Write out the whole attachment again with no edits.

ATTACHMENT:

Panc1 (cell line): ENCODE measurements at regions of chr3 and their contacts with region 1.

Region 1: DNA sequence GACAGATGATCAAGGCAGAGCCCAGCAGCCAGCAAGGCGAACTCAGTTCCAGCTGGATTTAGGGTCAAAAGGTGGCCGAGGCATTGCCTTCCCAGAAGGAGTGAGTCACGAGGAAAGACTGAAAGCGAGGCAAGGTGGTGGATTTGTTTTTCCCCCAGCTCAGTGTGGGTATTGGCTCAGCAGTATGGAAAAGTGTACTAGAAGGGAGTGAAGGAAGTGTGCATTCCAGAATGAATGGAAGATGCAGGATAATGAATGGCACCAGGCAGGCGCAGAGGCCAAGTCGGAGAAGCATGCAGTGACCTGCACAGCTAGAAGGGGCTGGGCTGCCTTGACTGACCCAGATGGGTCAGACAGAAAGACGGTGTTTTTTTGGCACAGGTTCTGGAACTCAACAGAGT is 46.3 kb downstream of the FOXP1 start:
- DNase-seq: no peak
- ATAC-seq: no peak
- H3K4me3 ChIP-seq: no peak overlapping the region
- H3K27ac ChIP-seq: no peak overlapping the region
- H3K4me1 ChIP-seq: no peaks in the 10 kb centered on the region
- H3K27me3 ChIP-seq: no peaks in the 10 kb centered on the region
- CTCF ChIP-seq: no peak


Panc1 (cell line): ENCODE measurements at regions of chr3 and their contacts with region 1.

Region 1: DNA sequence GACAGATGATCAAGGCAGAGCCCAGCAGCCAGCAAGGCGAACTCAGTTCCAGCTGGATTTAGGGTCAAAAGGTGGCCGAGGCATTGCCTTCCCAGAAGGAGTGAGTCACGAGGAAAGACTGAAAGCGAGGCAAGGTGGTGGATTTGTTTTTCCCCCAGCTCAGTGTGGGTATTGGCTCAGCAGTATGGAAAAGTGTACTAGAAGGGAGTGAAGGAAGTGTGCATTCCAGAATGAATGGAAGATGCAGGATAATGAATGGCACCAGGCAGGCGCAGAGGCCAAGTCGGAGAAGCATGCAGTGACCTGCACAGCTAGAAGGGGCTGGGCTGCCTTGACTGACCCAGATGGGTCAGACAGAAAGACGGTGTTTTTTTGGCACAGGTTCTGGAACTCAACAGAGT is 46.3 kb downstream of the FOXP1 start:
- DNase-seq: no peak
- ATAC-seq: no peak
- H3K4me3 ChIP-seq: no peak overlapping the region
- H3K27ac ChIP-seq: no peak overlapping the region
- H3K4me1 ChIP-seq: no peaks in the 10 kb centered on the region
- H3K27me3 ChIP-seq: no peaks in the 10 kb centered on the region
- CTCF ChIP-seq: no peak